Moreover, it seems to me what we are actually saying here is that baptism does not matter at all. I appreciate the consistency of churches who admit this and assert that baptism is not a criteria for membership at all. They, of course, stand against pretty much every denomination in history and have to explain what they think Jesus was going on about in the Great Commission at all in that case. But they do at least get around the issue of having some people baptised and others not in membership by determining that baptism doesn’t really matter. For those of us who do take Jesus’ command seriously, and do reckon it to be a matter of sin to not obey him on it, if we will accept unbaptised people into membership as a matter of course it is hard to avoid the conclusion we are saying baptism just doesn’t matter then.
But beyond this, the principle is rarely applied consistently. A person from a Roman Catholic background turns up at your church. They have clearly professed faith and, as far as you can tell, they have come to believe the gospel. But, they insist, they have already been baptised and could not be baptise again. Of course, as a credobaptist who insists on a baptised membership, my answer to them is the same as to any other paedobatists; namely, you haven’t actually been baptised at all and you still need to obey Jesus. But many baptistic friends want to welcome Presbyterian and Anglican brethren, but don’t want to acknowledge the validity of Catholic or Lutheran baptisms. But it strikes me as entirely inconsistent to recognise some paedobaptisms and not others if you don’t actually reckon paedobaptism to be valid baptism at all.
Some will argue that they do recognise those particular baptisms as valid. But what does one do if you have welcomed a paedobaptist into membership because of their conscience, but they later decide actually they should be baptised by immersion as a professing believer? If your line was that their original “baptism” was valid, you are surely locked into refusing their obedience to Christ lest you actually re-baptise them on your own view. If you insist that they were not already baptised, you are faced with the other horn of dilemma: in what way do you actually consider baptism valid at all? If you think the validity of baptism changes depending on how one views it – aside from lacking any biblical support for that position – it is interesting to note that you are borrowing logic from pro-choice campaigners who make exactly that argument in relation to the validity of human life in the womb based on how the mother views it. We have typically considered it to be logical bunkum in that latter case and have vocally camped out on it being so. It strikes me as a mistake to then adopt the same logic so far as sin within the church is concerned.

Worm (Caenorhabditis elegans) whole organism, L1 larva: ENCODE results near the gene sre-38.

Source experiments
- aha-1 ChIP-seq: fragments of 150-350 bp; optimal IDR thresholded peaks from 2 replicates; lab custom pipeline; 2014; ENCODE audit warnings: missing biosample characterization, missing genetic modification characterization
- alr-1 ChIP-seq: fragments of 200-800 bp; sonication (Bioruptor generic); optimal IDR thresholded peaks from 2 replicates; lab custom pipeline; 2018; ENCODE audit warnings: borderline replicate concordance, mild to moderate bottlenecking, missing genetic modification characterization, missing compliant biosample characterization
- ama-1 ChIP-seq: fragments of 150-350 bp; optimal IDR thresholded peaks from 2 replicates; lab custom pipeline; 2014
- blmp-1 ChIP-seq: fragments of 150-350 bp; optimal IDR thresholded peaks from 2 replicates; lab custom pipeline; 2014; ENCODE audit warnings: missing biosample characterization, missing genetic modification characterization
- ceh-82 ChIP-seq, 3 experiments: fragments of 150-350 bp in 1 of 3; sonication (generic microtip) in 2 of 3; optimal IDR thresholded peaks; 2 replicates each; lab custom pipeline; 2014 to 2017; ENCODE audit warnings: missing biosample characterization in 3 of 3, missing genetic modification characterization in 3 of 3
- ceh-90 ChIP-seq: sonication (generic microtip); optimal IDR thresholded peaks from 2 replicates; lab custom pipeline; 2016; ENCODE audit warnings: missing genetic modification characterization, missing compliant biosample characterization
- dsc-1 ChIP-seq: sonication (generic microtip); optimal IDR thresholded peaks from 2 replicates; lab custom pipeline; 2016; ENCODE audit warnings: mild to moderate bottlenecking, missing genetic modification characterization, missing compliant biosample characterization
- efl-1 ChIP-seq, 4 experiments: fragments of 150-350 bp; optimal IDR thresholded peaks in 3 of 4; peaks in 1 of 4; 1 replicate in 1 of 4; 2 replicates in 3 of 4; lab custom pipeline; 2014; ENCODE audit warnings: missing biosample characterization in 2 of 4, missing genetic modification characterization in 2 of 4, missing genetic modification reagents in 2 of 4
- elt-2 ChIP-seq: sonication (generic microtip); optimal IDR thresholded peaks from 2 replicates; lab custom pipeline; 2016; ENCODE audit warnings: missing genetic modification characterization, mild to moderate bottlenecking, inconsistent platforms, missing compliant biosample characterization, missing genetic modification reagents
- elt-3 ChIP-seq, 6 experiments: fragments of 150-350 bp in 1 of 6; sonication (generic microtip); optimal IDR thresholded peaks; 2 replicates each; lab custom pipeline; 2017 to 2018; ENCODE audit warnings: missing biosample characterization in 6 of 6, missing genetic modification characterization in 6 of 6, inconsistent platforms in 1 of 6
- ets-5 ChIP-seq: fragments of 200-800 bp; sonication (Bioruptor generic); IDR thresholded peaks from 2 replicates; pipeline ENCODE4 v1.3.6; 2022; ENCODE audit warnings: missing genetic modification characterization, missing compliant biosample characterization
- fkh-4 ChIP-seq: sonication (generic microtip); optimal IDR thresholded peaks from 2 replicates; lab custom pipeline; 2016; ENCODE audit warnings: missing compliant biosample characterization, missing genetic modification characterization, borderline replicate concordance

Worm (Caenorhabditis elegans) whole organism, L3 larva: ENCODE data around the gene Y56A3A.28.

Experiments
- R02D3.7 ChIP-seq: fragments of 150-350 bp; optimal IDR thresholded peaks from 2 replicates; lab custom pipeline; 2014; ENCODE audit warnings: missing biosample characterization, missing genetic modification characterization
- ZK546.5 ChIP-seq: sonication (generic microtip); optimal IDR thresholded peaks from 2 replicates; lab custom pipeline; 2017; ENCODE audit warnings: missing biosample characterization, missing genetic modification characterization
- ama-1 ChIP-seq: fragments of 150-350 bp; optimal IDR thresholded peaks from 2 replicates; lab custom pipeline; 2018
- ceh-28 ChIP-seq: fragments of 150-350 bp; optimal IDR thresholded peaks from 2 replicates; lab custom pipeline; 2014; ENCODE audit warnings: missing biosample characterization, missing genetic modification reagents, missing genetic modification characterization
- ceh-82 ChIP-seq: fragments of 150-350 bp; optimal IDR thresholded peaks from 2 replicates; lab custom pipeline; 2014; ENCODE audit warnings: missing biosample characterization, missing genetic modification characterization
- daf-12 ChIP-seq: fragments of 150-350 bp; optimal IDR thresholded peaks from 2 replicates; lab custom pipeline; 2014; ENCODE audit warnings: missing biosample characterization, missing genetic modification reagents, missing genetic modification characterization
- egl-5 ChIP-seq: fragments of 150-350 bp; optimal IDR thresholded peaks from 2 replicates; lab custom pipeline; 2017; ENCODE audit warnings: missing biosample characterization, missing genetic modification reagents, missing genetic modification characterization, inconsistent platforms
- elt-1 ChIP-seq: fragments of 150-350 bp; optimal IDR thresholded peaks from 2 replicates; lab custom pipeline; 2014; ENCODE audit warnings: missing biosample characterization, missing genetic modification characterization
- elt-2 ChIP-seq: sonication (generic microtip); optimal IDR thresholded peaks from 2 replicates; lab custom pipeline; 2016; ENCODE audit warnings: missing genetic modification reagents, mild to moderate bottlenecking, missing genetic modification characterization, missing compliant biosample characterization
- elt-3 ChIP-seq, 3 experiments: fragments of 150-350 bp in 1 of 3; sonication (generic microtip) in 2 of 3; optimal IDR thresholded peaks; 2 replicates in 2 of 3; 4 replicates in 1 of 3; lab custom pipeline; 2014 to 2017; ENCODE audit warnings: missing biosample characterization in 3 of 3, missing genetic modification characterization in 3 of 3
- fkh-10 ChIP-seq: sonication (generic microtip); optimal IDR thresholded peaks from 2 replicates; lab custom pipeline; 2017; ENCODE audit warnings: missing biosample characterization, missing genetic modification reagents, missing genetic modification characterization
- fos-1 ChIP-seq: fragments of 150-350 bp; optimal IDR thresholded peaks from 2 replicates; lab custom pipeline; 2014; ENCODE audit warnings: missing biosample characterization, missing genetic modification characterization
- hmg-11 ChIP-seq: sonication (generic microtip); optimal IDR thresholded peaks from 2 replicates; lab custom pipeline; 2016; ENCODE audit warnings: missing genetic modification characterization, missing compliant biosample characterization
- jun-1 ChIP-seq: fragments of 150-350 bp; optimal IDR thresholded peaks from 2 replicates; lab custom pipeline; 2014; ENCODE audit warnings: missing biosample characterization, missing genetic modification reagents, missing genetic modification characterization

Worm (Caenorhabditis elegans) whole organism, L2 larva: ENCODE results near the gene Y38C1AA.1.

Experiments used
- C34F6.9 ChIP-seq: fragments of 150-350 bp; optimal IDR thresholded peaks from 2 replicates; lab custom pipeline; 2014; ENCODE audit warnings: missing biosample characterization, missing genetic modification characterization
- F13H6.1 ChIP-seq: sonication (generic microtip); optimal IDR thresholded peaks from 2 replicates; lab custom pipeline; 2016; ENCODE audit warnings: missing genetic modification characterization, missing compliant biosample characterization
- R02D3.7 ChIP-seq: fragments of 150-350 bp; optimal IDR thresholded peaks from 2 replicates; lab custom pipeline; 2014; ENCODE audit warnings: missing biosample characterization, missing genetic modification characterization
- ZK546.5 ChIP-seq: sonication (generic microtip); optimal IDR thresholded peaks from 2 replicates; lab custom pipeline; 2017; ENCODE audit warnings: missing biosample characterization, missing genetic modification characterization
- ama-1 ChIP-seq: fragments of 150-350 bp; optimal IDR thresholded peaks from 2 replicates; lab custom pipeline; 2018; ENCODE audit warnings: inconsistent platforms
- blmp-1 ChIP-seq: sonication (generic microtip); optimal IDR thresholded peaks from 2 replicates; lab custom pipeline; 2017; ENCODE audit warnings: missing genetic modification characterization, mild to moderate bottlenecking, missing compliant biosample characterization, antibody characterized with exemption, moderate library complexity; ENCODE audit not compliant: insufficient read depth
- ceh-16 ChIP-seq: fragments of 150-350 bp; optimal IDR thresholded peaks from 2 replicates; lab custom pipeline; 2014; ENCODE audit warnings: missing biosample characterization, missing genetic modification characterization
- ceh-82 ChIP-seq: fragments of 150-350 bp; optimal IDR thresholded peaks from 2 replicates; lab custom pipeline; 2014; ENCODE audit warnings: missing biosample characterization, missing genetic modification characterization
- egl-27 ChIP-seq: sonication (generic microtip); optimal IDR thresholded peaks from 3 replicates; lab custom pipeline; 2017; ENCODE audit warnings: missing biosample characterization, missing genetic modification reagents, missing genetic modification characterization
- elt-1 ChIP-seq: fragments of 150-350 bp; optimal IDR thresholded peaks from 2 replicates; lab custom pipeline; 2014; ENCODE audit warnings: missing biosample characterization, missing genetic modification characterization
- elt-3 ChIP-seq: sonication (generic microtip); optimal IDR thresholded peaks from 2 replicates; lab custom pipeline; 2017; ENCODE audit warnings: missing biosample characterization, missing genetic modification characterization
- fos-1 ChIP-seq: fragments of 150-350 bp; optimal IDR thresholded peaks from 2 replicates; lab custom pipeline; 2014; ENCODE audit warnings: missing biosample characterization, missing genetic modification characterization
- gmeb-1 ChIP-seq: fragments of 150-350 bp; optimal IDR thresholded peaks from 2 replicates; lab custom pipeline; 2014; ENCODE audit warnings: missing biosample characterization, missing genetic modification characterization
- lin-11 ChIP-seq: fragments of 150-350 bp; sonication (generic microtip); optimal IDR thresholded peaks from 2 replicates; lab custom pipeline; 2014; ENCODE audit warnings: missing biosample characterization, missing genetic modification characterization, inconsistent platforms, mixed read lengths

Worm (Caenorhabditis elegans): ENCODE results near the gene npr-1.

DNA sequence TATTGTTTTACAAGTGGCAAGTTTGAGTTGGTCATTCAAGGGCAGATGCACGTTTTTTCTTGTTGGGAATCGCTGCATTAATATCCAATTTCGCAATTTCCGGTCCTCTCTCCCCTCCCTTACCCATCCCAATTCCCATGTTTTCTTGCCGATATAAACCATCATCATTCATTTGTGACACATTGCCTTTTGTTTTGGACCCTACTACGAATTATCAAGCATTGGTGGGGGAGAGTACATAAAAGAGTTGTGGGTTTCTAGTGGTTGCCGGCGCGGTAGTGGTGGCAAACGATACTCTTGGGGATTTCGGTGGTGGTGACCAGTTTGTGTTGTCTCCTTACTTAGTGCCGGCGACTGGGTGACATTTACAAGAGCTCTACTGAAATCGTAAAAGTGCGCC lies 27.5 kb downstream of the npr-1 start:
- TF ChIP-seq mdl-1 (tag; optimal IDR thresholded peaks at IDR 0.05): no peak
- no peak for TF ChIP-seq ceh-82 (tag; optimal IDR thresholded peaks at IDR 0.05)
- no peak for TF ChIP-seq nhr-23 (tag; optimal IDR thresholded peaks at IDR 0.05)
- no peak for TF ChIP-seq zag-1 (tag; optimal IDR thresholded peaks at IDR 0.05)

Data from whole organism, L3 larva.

It is clear from scripture that there are weightier and lesser matters of law. It is evidently true that we are sometimes to set aside commands for the sake of weightier matters. However, the setting aside of one command in favour of another is never, in scripture, for the purpose of indulging another person’s sin nor is it ever legitimate to allow one sin to be the solution to an existing sin. All the examples of setting aside commands we have are never matters of sinning further in order to resolve existing sin nor lead to an increase in sin. When it comes to Jesus’ command to be baptised and join the church, the bar must be exceptionally high in order to set such a command aside. Whilst I don’t doubt such instances can be found, if we are suggesting setting them aside as a matter of course in order to allow people to continue in sin and, indeed, then sin ourselves in doing so on top of it, I struggle to see how Jesus would view this as in any way a legitimate application of the law of love nor a reasonable response to his dictum: if you love me, you will keep my commandments.